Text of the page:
Let’s go where the wisest of leaders fear to tread: the number of homicides and suicides that occur in America today, and their relationship to guns. And let us go there in the context of leadership, rather than in politics.
First, two fundamentals about responsible leadership:
- Responsible leadership is informed leadership; and informed leadership is therefore intelligent leadership. In turn, intelligent leadership – if it shall make that claim about itself – should follow the best principles of research, which involves wide vision, and a dispassionate appreciation for as many sides of an argument as are possible.
- Responsible leadership is balanced leadership; it seeks to address the reasonable needs of all the members or stakeholders of a given community. It subscribes to a win-win philosophy, not a zero-sum game.
To responsibly lead a people, a party, or a nation to consider the matter of American homicides and suicides in relation to guns requires, at the very least, two things that correspond to the two fundamentals identified above: first, an appreciation of all the components in this issue, and second, a willingness to make adjustments to all of the components in this issue. Once both sides of the divide are prepared to embrace these two fundamentals and two requirements, we may make some progress with the matter.
First, the components of this American-homicide-suicide-gun-issue are multifarious. The order in which they are listed is not meant to indicate any bias or priority, and the list is not exhaustive, but an attempt to show the multifaceted nature of the “beast”:
- Lack of anger management
- Lack of economic viability and opportunity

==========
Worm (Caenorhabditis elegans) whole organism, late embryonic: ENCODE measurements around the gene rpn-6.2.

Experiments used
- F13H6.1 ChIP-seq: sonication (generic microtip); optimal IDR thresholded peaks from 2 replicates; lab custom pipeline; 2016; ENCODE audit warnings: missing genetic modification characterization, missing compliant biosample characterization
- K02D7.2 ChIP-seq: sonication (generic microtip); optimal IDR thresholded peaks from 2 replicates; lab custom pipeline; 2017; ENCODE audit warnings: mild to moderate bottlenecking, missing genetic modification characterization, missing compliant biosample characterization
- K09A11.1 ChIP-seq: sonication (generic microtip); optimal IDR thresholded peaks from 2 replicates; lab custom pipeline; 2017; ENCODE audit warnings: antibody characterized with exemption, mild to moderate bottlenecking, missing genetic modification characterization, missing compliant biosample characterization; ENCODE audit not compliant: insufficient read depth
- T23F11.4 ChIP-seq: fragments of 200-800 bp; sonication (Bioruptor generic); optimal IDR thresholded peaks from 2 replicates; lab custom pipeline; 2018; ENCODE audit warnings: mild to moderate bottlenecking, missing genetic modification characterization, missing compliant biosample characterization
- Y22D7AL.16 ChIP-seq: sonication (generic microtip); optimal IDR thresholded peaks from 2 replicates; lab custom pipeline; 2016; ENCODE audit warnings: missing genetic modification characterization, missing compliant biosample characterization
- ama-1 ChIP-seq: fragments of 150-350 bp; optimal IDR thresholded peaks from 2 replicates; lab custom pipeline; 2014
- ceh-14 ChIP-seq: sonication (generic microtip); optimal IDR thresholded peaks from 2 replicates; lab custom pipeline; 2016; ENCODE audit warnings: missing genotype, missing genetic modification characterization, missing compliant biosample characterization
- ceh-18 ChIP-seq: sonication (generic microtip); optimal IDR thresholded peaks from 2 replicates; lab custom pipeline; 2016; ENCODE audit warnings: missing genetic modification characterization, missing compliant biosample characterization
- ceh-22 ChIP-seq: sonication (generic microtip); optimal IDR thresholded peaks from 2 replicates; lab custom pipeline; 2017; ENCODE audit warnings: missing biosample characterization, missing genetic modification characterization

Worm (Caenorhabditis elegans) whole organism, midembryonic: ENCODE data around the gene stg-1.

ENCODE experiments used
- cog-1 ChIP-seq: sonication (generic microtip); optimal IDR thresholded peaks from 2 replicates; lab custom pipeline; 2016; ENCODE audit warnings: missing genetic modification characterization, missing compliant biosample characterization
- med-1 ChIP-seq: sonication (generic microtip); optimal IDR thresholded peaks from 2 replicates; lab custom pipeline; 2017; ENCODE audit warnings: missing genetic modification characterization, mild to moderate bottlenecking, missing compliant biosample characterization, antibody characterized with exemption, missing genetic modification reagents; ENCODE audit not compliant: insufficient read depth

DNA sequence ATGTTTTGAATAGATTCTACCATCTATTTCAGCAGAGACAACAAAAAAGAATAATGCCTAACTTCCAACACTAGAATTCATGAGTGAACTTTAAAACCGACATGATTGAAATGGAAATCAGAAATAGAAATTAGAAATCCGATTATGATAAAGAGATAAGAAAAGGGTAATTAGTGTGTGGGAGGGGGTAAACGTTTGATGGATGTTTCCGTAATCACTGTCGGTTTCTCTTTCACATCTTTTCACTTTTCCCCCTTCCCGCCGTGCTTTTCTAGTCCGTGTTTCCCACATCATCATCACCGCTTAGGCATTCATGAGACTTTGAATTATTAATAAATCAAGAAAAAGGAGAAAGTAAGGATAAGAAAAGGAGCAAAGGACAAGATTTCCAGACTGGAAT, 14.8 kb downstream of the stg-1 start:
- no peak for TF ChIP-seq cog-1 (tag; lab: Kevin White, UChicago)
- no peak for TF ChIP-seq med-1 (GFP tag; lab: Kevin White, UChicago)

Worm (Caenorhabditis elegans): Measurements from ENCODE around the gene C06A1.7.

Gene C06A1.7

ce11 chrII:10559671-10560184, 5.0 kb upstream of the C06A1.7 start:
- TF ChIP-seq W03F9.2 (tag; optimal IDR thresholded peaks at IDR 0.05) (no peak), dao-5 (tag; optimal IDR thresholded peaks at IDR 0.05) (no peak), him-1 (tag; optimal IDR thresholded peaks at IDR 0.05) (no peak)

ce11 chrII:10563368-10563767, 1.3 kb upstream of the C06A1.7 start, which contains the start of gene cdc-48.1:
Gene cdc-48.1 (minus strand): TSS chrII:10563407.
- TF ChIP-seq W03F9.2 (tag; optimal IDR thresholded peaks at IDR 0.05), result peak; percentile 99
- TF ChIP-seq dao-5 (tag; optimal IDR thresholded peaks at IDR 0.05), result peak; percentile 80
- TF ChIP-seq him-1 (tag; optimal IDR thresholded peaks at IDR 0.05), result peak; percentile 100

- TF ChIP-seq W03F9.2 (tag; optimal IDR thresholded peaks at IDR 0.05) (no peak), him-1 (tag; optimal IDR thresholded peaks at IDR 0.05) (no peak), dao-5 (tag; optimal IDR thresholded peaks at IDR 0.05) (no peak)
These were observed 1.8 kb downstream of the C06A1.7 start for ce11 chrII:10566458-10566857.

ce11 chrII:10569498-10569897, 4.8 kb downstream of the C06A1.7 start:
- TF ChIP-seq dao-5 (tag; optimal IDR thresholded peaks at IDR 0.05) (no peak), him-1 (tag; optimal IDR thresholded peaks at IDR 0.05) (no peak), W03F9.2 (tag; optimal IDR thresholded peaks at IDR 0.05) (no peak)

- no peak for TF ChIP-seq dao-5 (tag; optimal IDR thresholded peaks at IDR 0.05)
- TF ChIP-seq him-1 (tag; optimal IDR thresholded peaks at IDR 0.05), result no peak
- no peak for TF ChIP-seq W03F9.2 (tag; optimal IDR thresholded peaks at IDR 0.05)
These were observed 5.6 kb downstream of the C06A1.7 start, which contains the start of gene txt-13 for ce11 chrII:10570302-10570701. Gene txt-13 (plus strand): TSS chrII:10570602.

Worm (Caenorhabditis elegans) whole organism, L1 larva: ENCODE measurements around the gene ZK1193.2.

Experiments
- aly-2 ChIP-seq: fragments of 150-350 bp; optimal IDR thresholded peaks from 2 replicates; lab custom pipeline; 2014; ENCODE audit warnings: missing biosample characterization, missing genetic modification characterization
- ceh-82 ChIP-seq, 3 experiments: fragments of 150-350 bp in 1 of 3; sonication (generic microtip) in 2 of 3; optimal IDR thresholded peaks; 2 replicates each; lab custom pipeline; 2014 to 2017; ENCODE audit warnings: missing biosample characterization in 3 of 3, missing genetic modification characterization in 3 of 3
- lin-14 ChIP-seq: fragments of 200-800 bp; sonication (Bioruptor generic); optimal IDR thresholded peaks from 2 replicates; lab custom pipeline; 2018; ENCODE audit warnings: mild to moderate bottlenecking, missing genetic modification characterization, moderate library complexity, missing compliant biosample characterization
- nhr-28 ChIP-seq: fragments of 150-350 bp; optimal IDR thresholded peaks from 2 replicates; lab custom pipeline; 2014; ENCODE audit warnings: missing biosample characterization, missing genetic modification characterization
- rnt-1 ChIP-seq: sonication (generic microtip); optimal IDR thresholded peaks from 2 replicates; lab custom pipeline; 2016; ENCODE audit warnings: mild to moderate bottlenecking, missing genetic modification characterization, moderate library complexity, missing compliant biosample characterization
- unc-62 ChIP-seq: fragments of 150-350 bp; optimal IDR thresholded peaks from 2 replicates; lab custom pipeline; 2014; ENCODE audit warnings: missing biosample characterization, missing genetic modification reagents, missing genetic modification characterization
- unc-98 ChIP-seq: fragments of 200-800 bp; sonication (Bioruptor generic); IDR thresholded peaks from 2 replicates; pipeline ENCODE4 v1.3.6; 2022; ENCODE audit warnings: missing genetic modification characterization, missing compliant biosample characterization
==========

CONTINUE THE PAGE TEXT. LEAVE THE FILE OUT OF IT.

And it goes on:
- Poverty and entrenched injustice
- Lack of community policing
- The devaluation of the sanctity of life and human relations
- Gun and ammunition availability
- Public places (including schools, cinemas, workplaces) as “soft targets”
- Missing connectivity between security agencies
- Mental health and mental health care issues
- The fact that this happens nowhere else in the world
- The ethnicity of mass shooters versus other murderers
- The interpretation of the 2nd amendment
- The political power of the NRA
- The nexus between some religious positions and arms.
Yes, the parts are many. And our aim is not to attempt to argue each or any. It is simply to indicate here that any true attempt to address our problem here in America must be prepared to consider the impact of, and the contribution each of these items makes, to our problem. We assume that the folks who claim a willingness to work towards solutions really do believe, in the first place, that we Americans do have a problem; we assume that we have not become so deluded, blind, hypocritical or pompously stupid as to look other nations in the face, who do not have this problem and conclude that we are either just like or better than they in this regard. Each of these (as well as others that might be added to this list) contributes to our problems.